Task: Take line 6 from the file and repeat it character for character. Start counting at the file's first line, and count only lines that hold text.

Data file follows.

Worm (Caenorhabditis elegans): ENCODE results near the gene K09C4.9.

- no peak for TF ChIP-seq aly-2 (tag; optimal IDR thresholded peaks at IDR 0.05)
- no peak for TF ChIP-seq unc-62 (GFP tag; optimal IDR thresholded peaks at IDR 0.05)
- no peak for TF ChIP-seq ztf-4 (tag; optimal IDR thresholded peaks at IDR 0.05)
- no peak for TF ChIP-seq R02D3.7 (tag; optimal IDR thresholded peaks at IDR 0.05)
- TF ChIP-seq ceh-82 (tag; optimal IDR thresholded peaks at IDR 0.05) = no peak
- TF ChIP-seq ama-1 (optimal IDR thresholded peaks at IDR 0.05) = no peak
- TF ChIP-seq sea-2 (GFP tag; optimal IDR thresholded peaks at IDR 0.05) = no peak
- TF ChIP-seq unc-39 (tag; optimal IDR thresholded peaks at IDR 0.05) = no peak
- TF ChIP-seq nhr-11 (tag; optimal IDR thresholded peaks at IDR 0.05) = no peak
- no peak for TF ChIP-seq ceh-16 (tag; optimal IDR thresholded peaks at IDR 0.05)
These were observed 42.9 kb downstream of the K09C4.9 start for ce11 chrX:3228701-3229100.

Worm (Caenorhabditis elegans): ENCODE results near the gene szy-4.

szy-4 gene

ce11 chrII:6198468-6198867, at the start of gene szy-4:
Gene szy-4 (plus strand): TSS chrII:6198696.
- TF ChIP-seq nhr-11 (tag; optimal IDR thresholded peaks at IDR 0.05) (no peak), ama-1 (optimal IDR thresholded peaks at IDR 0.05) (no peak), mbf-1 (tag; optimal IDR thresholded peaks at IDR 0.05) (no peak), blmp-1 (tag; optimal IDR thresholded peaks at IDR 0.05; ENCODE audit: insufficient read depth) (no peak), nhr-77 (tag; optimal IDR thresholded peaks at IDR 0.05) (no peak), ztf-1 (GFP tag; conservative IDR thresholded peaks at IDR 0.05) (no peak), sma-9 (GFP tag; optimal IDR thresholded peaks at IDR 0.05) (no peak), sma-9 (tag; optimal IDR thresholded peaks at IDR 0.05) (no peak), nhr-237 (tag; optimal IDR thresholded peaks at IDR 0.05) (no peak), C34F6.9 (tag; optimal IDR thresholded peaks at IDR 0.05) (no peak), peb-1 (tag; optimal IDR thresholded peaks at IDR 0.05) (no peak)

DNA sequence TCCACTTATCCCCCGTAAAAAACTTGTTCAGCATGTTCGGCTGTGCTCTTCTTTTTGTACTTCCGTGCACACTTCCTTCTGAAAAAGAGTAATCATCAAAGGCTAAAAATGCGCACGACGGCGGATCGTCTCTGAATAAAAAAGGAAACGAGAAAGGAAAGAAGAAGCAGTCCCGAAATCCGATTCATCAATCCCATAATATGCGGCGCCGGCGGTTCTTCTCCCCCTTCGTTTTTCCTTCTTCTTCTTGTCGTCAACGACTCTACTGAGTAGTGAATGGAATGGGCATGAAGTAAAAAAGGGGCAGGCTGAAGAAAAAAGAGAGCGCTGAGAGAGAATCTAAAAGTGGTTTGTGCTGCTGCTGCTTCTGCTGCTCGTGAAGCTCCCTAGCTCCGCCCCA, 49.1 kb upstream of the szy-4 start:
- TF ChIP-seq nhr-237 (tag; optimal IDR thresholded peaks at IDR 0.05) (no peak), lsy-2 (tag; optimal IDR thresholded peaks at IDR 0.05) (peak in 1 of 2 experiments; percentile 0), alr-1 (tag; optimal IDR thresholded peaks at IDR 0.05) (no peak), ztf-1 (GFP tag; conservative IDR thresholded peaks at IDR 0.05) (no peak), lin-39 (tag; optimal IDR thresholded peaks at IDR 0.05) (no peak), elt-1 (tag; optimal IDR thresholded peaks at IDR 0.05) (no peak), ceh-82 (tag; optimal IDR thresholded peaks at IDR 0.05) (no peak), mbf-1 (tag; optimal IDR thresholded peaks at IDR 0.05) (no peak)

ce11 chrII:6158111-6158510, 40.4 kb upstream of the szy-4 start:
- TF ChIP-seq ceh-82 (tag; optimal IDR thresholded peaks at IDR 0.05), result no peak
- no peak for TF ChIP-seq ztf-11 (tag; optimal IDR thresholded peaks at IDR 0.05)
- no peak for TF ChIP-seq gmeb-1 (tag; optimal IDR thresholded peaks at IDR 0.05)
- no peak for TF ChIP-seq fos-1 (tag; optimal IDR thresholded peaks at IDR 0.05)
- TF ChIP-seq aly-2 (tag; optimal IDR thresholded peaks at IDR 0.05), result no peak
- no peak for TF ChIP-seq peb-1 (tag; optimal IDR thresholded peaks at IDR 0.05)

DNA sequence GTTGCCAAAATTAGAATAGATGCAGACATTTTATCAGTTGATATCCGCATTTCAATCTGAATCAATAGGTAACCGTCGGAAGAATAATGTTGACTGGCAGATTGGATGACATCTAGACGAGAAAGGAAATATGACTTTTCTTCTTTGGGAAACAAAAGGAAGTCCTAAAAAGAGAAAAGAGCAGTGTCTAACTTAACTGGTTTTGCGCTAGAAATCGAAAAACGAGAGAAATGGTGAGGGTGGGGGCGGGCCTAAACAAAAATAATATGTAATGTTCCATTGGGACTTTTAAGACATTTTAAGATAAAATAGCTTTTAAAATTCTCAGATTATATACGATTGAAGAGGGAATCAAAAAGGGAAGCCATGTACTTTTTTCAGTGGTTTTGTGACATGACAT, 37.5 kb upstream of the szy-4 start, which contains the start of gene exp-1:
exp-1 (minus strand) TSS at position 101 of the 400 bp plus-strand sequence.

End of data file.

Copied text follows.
- TF ChIP-seq ceh-82 (tag; optimal IDR thresholded peaks at IDR 0.05) = no peak